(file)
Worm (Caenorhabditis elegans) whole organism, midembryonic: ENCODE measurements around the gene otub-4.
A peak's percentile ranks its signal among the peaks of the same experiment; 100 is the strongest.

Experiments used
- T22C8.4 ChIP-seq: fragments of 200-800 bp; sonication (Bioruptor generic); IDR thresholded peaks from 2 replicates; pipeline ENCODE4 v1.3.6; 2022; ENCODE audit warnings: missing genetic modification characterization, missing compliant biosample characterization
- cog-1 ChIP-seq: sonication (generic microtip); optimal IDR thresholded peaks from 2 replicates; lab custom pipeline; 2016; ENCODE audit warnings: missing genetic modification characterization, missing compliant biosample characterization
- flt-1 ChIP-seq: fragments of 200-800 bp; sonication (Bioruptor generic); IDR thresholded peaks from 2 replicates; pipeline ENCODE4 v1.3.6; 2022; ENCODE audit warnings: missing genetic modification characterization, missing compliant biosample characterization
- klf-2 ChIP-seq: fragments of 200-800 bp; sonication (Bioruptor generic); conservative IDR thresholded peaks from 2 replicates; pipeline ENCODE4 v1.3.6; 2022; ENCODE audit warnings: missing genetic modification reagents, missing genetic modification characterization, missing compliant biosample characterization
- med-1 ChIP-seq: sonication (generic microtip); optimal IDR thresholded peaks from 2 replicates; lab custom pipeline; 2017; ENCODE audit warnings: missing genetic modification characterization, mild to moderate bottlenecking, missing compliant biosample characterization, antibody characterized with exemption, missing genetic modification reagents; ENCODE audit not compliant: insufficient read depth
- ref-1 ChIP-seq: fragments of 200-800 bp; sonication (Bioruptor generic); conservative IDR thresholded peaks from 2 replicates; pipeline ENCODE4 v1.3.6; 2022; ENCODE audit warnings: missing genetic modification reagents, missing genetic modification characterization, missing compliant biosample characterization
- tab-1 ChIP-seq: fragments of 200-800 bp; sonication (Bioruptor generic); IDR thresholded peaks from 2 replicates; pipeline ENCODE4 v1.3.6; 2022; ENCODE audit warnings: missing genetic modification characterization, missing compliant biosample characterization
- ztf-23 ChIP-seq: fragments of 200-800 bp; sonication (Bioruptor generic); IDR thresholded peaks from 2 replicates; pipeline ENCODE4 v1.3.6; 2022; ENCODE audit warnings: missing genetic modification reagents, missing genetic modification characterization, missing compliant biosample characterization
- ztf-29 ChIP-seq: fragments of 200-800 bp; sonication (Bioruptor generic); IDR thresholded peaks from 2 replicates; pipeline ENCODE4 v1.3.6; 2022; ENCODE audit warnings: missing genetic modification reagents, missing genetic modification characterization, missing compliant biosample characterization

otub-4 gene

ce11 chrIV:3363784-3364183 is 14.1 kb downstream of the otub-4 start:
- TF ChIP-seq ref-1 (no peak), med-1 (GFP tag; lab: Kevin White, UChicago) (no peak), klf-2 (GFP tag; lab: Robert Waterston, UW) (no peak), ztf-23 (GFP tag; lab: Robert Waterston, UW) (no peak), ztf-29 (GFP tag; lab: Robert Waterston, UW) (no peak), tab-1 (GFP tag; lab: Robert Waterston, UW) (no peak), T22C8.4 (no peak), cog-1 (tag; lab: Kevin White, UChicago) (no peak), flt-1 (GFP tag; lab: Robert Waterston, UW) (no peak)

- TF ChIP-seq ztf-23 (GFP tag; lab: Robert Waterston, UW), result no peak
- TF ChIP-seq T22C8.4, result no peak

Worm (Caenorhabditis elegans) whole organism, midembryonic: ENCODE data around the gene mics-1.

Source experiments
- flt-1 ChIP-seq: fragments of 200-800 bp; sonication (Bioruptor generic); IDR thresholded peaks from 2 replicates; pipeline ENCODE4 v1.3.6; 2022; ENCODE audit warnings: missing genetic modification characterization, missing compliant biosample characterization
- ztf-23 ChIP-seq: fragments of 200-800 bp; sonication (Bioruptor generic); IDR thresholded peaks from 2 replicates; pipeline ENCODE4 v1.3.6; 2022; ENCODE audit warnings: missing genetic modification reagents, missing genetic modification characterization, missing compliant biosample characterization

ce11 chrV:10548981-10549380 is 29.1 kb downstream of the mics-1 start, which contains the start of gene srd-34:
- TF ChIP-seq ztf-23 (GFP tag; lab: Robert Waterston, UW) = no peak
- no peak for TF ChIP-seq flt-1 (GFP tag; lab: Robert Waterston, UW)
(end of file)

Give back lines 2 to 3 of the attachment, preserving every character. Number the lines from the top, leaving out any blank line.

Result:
A peak's percentile ranks its signal among the peaks of the same experiment; 100 is the strongest.

Experiments used